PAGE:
Back in 2013 I never had high hopes for a film like Pacific Rim, even if Guillermo Del Toro was at the helm. Unlike most who saw it, I still uphold that a film about giant Kaiju monsters and mecha’s (or Jaeger’s) fighting could have been better, it was still a pleasant surprise that managed to have a huge box office taking. So, what made it a success? Having Del Toro as director is almost a certain guarantee but I think it’s more than that. The first film felt ridiculous but ignited the coolness of having these epic sized fights. The Jaeger’s and Kaiju felt gigantic, so you could sense the scope of the action. Now we have a sequel where Del Toro has handed over the reign to Steven S. DeKnight, Charlie Hunnam is nowhere to be seen and is what would have happened to the first film if there was no personality to it.
Although we never get the feel for the size of what’s going on, the action is still up to the expected quality. Comparing this action to that of Transformers is a big injustice because the action of Pacific Rim Uprising feels more controlled. You don’t have explosions happening left, right and centre, you don’t have insane camera movements, it’s a much easier kind of action to follow, but I feel that the filmmakers were starting to explore this avenue which is a big no-no. The designs of the Jaegers are very impressive, it brings back memories of Neon Genesis Evangelion and other Japanese mecha anime which is a big part of why the first Pacific Rim had an appeal.
So, we’ve covered the action, but what about the characters in this action? Pacific Rim uprising doesn’t really give us new characters we care for and even the returning characters are botched (more on that later) however, in this seemingly carefree film, we go have a few bright sparks. I found myself wanting to know more about the character Amara Namani (Cailee Spaeny), it’s her fascination for Jaeger’s and bad-ass attitude that sells it, having the same kind of attitude towards the Jaeger’s the same way we as an audience should. Cailee gives a bouncy performance and is a potential future bright spark for film, even around seasoned actors she is a cut above the rest.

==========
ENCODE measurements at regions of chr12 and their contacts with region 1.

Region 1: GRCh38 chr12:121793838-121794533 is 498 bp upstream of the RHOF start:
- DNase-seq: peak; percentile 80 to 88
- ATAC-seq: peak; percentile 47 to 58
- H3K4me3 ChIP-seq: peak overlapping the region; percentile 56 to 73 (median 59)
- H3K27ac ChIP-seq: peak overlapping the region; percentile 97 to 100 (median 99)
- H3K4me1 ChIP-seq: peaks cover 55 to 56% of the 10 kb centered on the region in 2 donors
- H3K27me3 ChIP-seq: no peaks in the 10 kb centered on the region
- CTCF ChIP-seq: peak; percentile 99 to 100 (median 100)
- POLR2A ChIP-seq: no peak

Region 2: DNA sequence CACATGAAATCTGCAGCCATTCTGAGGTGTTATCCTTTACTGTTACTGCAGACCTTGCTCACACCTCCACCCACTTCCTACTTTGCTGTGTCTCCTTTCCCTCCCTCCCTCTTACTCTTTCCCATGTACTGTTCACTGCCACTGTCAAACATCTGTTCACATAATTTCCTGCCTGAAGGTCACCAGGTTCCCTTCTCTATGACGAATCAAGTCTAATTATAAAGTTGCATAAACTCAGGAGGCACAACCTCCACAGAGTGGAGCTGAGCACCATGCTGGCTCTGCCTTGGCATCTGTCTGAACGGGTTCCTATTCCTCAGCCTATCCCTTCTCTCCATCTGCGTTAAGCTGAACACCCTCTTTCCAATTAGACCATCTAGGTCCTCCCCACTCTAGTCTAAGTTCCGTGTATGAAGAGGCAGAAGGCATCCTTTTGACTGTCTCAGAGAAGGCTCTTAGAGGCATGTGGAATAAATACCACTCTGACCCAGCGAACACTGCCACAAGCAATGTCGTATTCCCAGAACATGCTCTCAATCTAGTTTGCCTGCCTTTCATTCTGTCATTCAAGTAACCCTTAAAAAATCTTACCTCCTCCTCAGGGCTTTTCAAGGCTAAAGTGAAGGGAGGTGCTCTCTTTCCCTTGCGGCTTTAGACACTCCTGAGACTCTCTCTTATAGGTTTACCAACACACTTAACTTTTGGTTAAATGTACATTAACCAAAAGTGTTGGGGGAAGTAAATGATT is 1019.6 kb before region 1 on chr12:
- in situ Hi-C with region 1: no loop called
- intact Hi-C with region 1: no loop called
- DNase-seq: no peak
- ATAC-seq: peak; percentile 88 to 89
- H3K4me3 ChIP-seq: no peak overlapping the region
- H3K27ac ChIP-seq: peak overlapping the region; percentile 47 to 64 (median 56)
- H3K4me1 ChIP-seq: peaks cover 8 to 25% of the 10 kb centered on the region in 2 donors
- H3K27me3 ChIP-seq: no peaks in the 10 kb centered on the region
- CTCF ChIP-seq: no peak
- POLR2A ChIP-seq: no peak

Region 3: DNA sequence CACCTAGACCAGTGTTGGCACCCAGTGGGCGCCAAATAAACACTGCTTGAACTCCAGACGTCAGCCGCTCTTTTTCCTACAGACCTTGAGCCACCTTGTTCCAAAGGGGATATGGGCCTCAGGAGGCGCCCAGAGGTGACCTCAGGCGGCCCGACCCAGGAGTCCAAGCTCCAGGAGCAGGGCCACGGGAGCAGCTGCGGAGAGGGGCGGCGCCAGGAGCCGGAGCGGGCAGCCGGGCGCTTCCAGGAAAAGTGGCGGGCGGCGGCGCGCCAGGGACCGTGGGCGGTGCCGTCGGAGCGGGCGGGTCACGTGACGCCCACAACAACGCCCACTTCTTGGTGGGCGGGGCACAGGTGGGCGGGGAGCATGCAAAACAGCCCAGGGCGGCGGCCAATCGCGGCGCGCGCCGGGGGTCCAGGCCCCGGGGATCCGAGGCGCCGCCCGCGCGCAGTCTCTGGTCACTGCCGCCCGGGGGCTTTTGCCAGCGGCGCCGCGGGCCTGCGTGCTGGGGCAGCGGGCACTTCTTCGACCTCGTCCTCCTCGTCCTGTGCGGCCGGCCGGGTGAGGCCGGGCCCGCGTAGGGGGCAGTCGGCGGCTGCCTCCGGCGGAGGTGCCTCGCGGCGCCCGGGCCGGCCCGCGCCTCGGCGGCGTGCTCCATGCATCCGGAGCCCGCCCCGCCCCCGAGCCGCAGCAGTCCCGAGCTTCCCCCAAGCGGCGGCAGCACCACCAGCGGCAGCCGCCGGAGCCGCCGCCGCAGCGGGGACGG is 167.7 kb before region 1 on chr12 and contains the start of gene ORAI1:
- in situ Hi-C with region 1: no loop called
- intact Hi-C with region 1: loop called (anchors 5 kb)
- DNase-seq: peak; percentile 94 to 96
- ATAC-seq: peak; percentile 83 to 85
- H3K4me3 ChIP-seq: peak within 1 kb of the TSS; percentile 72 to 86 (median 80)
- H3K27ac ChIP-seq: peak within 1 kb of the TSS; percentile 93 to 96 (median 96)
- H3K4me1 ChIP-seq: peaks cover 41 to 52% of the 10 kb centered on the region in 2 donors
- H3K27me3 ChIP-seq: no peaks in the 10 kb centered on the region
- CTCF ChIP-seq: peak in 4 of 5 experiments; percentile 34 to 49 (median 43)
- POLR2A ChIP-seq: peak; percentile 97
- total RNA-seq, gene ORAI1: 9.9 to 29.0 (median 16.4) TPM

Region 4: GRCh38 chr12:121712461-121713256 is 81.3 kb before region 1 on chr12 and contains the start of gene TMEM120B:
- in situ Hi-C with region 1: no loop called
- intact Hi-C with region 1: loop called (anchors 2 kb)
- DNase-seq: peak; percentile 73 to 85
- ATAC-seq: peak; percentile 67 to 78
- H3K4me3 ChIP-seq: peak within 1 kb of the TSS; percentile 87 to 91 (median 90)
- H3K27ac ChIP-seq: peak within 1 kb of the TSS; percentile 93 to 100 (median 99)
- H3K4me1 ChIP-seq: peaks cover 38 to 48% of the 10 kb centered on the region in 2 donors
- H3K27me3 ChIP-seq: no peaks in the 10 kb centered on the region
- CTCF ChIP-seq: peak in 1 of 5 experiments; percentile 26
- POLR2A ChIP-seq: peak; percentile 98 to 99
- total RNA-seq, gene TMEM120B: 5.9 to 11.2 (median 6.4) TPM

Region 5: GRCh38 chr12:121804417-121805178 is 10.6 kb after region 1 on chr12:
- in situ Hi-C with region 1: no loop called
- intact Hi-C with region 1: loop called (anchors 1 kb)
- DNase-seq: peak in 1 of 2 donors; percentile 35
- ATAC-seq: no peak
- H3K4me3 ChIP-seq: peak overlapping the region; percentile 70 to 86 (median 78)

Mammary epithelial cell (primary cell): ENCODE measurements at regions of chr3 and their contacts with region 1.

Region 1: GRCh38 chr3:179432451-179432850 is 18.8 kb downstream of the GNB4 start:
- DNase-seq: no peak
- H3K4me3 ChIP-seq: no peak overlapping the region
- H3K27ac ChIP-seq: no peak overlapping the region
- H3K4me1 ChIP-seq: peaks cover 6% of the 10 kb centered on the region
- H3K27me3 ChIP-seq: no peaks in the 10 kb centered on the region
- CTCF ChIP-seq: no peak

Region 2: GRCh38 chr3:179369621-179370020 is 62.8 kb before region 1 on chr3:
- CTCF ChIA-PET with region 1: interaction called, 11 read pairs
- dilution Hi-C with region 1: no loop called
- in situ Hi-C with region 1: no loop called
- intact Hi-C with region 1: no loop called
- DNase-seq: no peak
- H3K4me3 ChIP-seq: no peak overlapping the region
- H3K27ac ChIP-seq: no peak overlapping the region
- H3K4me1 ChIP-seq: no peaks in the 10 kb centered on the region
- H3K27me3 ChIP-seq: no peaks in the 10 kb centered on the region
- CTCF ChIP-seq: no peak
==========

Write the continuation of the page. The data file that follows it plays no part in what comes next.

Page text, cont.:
Speaking of which, the material that Pacific Rim Uprising brings leaves actors like John Boyega and Scott Eastwood surprisingly underperforming. I’ve been a believer in John Boyega’s talents ever since Attack the Block and I know he can do much better. His character of Jake Pentecost, son of Stacker Pentecost from the first Pacific Rim, should be entertaining due to his vagabond type personality but at times comes across awkward. For instance, using his seemingly perfect physique as witty banter isn’t character building, it come across weird for the type of recklessness he presents early on. Returning characters are given the same awkward treatment with the worst offender being Charlie Day as Newton Geiszler, my god is this character annoying. In a feel that Steven S. DeKnight has re-examined, this character’s mannerisms are insufferable, he just isn’t funny, and the film wants to force us into thinking he is by cutting away from the big fights (which is what we want to see) to hear his cheers and one liners.
What about the story in-between? Well imagine pressing the skip scene button on your remote control, that’s how the narrative is cut together. Every time the film cuts to the next scene it always feels as thought you’ve skipped a bit. The basic plot I have no major issue with, but it’s the way that it is put together that makes the story more hurried. When I saw this happening, my first thought was the writers of Pacific Rim Uprising we’re in a hurry but blame also must go to editors Maryann Brandon and Mary Jo Markey for the quality control of cutting one scene with another.
This urgency to get it over and done with can be seen by the film choosing to cut certain story arcs from the film entirely like the love triangle that Jake and Nate Lambert (Scott Eastwood) fall into over Jules (Adria Arjona), despite the interesting friction this could further between the two characters, it never gets resolved. You could argue that the filmmakers knew what the audience wanted to see, so why give our effort focusing on characters, but if you’ve set up emotional situations, you don’t suddenly give up and shrug different storylines off. You’ve got to see it through otherwise what’s the point including them at all?
It’s clear by the end that Hollywood is looking to turn Pacific Rim into a franchise, it was going to happen anyway I suppose, but Pacific Rim Uprising is an accurate showcase of what could be if it did, and it’s not a good future. If Pacific Rim is going to be a successful, gripping film series then one step must be taken, one majorly important step, get Del Toro back in the director’s seat. With his signature touch, style and attention to the little things, it gives the audience confidence to know that Pacific Rim is in secure hands. We cannot afford something as surprising as Pacific Rim to becoming a cash cow for Hollywood, they’ve tried it so many times already, more recently with the Kingsman films and look how that turned out. Pacific Rim Uprising is the future breaking into the present, let’s change it.
Final Result: 3/10 – Poor
Have you seen Pacific Rim Uprising? What did you think? Please let me know your thoughts and opinions in the comments below.
Next Time: Isle of Dogs